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The leader of the Proud Boys, a far-right group, was arrested in Washington DC on Monday night after he was accused of burning a Black Lives Matter banner that was torn down from a historic black church in the capital last month.
Henry "Enrique" Tarrio, 36, was arrested by Metropolitan Police Department officers after he arrived in Washington ahead of protests planned by supporters of President Donald Trump to coincide with the congressional vote expected on Wednesday to affirm Joe Biden's election victory.
Mr Tarrio was taken into custody after a warrant was issued for his arrest for destruction of property, police said. He was also facing a weapons charges after officers found him with two high-capacity firearm magazines when he was arrested, a police spokesman said.
A pro-Trump rally in December ended in violence as hundreds of Trump supporters, some wearing the signature black and yellow of the Proud Boys, sought out confrontations with a collective of activists and counter-protesters attempting to bar them from Black Lives Matter Plaza, an area near the White House.
By nightfall, vandals tore down a Black Lives Matter banner and sign from two historic black churches in downtown Washington and set the banner ablaze.
Video posted online showed people pouring an accelerant on a Black Lives Matter banner near the Asbury United Methodist Church and setting it ablaze in the street as others cheered and cursed last month.
Mr Tarrio pleaded not guilty to burning the flag and possessing two high-capacity gun magazines. He was ordered to stay out of Washington DC until his next court appearance in June.
Proud Boys is an organisation that describes itself as a club of "Western chauvinists" but has been categorised as a hate group by the nonprofit Southern Poverty Law Center.
The arrest comes as the US capital braces for potential unrest ahead of Congress' vote to formally certify Mr Biden's election victory.
Some 340 National Guard troops will reportedly be mobilised in the city ahead of planned protests by Mr Trump's supporters, which have sparked fears of potentially violent clashes.
The president's supporters are planning to hold rallies on Tuesday and Wednesday to bolster Mr Trump's unproven claims of widespread voter fraud.
Mr Trump has encouraged his supporters to attend the demonstrations on January 6, to coincide with a vote in Congress to certify the electoral college results.
The president has hinted he may attend the protests himself, tweeting on Sunday: "I will be there. Historic Day!"
I will be there. Historic day! https://t.co/k6LStsWpfy
— Donald J. Trump (@realDonaldTrump) January 3, 2021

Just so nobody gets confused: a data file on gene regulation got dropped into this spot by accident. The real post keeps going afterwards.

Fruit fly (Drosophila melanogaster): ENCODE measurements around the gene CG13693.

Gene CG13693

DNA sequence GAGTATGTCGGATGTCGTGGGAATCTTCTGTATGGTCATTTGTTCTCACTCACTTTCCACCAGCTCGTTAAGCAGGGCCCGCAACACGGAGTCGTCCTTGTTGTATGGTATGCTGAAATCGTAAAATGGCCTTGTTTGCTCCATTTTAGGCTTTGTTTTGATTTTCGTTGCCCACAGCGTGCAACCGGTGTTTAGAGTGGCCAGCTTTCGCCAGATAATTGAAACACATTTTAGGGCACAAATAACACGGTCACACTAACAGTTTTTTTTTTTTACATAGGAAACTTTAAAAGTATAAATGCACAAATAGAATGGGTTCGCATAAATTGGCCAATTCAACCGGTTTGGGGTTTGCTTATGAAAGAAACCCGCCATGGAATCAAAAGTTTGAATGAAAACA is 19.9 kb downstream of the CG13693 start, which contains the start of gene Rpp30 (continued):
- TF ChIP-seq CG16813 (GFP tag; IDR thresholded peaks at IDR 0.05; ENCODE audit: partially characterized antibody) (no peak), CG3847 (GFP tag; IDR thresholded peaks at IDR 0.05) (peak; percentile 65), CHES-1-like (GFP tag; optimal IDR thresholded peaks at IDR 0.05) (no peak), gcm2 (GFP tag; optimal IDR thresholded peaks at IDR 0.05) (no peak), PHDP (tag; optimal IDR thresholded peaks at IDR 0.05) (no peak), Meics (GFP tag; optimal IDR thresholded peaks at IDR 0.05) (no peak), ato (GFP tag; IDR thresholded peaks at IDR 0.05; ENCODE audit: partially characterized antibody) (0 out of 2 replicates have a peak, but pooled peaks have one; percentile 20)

However, Muriel Bowser, Washington DC's mayor, has urged people to stay away from the city's downtown area amid fears the protests may turn violent.
These fears were echoed by the city's police chief Robert Contee on Monday, who warned during a press conference: "There are people intent on coming to our city armed".
Officials believe this week's protests could be larger than any other demonstration yet held in response to November's election.
I am asking Washingtonians and those who live in the region to stay out of the downtown area on Tuesday and Wednesday and not to engage with demonstrators who come to our city seeking confrontation, and we will do what we must to ensure all who attend remain peaceful.
— Mayor Muriel Bowser (@MayorBowser) January 4, 2021
Businesses in downtown Washington have already begun boarding up their windows in preparation.
According to a US defence official, Mayor Bowser has requested to have National Guard members on the streets from Tuesday to Thursday to help with the protests.
The official said the additional forces will be used for traffic control and other assistance but they will not be armed or wearing body armour.
Some 340 National Guard members will be activated, with about 115 on duty in the streets at any given time, according to the official.
At least four protests are expected on Wednesday. The US National Park Service - which manages federal land - said it has received three separate applications for pro-Trump protests on Tuesday or Wednesday, with an estimated maximum attendance at around 15,000 people.
On Monday, a stage was being assembled for one of the protests on The Ellipse, just south of the White House.
Organisers plan to rally on Tuesday evening at Freedom Plaza and again all day Wednesday on the Ellipse, including a 1 pm Wednesday march to the Capitol.
Among those expected to attend are Texas Attorney General Ken Paxton, who attempted to help the president overturn the election result, and Republican strategist Roger Stone, a longtime friend of Mr Trump whose three-year prison sentence was recently commuted by the president.